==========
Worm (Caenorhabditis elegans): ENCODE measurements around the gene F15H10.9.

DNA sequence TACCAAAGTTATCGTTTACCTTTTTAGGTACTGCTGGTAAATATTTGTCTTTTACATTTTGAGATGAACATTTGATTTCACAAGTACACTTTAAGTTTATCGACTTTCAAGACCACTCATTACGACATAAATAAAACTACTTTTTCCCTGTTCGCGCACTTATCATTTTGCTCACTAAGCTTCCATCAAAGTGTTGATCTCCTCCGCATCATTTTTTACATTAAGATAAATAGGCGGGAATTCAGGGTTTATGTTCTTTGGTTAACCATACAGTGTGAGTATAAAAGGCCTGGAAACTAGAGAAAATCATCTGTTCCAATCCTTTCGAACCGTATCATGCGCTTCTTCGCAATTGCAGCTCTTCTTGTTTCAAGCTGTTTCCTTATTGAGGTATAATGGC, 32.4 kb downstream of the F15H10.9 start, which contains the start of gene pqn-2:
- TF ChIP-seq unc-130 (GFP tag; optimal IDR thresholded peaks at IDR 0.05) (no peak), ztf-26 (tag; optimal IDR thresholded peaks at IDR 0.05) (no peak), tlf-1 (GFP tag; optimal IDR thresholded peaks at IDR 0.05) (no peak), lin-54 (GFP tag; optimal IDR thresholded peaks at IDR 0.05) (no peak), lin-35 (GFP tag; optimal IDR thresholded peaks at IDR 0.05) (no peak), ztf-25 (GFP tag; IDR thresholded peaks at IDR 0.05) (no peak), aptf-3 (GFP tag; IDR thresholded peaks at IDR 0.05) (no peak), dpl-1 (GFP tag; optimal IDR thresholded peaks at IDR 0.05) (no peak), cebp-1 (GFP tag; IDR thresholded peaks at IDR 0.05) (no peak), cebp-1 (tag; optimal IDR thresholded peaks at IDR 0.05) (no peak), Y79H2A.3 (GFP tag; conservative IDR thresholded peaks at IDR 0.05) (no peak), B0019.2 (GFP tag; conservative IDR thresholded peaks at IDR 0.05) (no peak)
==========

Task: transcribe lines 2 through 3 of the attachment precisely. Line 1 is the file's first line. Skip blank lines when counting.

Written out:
DNA sequence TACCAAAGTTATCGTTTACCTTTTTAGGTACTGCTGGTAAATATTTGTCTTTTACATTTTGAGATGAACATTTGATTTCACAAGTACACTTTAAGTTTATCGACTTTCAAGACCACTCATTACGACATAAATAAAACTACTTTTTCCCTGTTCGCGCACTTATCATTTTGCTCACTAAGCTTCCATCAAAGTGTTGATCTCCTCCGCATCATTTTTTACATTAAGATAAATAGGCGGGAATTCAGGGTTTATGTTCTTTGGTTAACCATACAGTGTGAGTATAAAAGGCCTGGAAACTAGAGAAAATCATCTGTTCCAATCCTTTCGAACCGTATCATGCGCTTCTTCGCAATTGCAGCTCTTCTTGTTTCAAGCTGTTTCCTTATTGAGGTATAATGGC, 32.4 kb downstream of the F15H10.9 start, which contains the start of gene pqn-2:
- TF ChIP-seq unc-130 (GFP tag; optimal IDR thresholded peaks at IDR 0.05) (no peak), ztf-26 (tag; optimal IDR thresholded peaks at IDR 0.05) (no peak), tlf-1 (GFP tag; optimal IDR thresholded peaks at IDR 0.05) (no peak), lin-54 (GFP tag; optimal IDR thresholded peaks at IDR 0.05) (no peak), lin-35 (GFP tag; optimal IDR thresholded peaks at IDR 0.05) (no peak), ztf-25 (GFP tag; IDR thresholded peaks at IDR 0.05) (no peak), aptf-3 (GFP tag; IDR thresholded peaks at IDR 0.05) (no peak), dpl-1 (GFP tag; optimal IDR thresholded peaks at IDR 0.05) (no peak), cebp-1 (GFP tag; IDR thresholded peaks at IDR 0.05) (no peak), cebp-1 (tag; optimal IDR thresholded peaks at IDR 0.05) (no peak), Y79H2A.3 (GFP tag; conservative IDR thresholded peaks at IDR 0.05) (no peak), B0019.2 (GFP tag; conservative IDR thresholded peaks at IDR 0.05) (no peak)